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Oakland business owner says living, working in Little Saigon is reminiscent of war times

A business owner in Oakland is describing living and working in fear, saying its reminiscent of war times from his native country.

He, and others, attended a meeting in Little Saigon to demand action.

Video recorded just before noon on Thursday shows a man being stalked and then robbed as he is inside his SUV.

The suspects are seen speeding off in what appears to be a green sedan.

Just the day before at 6 a.m., a woman was attacked and robbed by two suspects in a waiting car, and then dragged.

“She didn’t deserve this,” said Bruce Vuong. “Like she’s a dog or something, I mean.” 

Both incidents happened in Oakland’s Little Saigon neighborhood and Vuong says it’s those types of violent crimes that are happening every single day.

He said he came to the United States from Vietnam, running this auto body shop near International for more than 35 years.

These days you can find him carrying a taser because he says he and other business owners fear that they’ll be the next victim.

“I seen crime that I thought when I left Vietnam I wouldn’t see anymore,” he said. “But now, we get the same thing here.”

Vuong said he was one of 30 or so shop owners and community members that went to a closed-door meeting the media was not invited to.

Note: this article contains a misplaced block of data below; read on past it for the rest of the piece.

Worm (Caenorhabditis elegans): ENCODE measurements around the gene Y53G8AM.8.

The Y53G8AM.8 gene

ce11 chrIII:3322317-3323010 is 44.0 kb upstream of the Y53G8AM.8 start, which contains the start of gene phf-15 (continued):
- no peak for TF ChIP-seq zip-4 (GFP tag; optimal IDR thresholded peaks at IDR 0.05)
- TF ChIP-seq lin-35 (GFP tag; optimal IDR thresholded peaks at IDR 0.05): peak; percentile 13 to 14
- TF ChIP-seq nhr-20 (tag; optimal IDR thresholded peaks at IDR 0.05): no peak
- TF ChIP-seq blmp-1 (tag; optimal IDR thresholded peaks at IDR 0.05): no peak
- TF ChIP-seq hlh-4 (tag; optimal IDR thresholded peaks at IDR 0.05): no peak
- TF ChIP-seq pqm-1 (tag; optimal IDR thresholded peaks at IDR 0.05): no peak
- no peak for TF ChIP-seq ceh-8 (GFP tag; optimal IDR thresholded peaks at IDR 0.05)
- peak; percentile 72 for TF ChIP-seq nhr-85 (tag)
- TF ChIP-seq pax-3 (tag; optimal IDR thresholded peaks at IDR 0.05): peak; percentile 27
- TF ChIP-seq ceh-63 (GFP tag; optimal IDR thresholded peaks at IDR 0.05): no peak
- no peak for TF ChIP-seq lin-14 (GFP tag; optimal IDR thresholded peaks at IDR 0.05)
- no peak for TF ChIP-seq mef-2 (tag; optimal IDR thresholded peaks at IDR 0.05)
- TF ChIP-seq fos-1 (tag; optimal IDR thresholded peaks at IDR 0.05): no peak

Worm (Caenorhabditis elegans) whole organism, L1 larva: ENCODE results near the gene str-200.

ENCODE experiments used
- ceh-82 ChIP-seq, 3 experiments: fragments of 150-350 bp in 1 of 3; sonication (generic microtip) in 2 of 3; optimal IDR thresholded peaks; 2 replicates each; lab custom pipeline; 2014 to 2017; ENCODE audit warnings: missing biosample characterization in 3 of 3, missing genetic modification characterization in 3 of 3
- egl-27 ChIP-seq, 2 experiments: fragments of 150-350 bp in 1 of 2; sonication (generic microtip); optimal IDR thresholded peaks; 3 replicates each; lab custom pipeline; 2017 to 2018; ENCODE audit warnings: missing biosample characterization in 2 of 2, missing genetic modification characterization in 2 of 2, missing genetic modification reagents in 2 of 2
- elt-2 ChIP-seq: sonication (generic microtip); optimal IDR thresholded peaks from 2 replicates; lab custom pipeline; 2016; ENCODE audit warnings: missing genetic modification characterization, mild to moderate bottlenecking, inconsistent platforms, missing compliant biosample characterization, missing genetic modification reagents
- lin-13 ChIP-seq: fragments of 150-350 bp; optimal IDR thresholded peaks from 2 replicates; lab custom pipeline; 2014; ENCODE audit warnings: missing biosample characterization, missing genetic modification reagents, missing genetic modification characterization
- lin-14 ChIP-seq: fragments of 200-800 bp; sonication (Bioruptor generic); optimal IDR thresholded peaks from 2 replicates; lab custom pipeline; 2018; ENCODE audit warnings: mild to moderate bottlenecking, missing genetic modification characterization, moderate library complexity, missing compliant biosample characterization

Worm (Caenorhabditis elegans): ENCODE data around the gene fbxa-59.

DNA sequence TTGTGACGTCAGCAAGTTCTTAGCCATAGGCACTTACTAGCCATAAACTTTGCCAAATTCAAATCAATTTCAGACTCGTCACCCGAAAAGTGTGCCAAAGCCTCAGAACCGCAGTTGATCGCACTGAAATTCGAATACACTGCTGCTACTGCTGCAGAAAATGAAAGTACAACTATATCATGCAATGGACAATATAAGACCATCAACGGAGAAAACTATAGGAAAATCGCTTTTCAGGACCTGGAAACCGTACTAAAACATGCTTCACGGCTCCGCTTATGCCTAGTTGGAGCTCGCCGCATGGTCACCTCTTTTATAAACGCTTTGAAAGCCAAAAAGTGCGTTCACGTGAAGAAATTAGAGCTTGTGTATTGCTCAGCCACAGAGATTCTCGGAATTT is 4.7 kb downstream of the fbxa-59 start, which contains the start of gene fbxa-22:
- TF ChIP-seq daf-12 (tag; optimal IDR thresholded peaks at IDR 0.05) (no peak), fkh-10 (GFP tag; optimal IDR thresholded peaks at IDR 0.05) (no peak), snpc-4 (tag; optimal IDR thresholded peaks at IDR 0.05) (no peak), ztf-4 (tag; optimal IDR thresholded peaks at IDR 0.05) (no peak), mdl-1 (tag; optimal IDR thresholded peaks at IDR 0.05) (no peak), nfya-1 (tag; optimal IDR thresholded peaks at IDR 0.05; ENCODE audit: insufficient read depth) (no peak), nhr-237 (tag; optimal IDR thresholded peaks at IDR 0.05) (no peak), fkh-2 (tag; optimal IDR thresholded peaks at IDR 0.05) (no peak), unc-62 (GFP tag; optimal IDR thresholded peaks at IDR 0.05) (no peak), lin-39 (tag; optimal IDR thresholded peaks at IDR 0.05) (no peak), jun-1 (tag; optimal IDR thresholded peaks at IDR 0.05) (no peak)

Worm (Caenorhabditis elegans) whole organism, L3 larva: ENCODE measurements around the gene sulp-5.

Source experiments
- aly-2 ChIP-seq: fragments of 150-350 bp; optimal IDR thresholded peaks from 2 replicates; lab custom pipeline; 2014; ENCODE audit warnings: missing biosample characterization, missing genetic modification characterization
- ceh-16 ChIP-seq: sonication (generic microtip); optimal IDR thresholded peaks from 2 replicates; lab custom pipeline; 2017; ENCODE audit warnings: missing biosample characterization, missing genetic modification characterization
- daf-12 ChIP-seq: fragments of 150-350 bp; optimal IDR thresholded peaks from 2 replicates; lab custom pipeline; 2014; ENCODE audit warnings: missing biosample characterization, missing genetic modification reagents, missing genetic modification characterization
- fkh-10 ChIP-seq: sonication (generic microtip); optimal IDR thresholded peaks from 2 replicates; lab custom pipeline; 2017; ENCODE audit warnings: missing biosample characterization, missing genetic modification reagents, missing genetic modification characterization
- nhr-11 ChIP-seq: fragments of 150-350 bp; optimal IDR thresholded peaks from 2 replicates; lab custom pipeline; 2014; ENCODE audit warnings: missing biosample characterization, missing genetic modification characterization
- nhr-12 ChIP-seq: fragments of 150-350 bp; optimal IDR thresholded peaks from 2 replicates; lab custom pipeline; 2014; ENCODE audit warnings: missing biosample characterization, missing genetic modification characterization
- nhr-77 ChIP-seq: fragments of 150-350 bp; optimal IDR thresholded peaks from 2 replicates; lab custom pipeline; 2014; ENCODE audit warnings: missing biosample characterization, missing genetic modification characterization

He said there, Councilmember Nikki Fortunado-Bas, and a captain with the Oakland Police Department, all heard how nearly everyone there had been a target of thieves or violent crime. 

Earlier in the day, Mayor Sheng Thao didn’t specifically talk about crime in Little Saigon, but told NBC Bay Area addressing it has been her top priority.

“It is something I take serious and this is why I actually called the governor for support,” she said.

The CHP announced it would deploy officers in Oakland to help fight crime at the beginning of August.

But Vuong says he hasn’t seen much improvement. He says they need more enforcement and also prosecution.

If not, he said he’ll do what so many other small businesses sick of crime have done.

“It get to the point right now, I’m ready to leave,” he said. “We should have that opportunity to live in freedom but right now, we just like running scared.”

Source: NBC Bay Area

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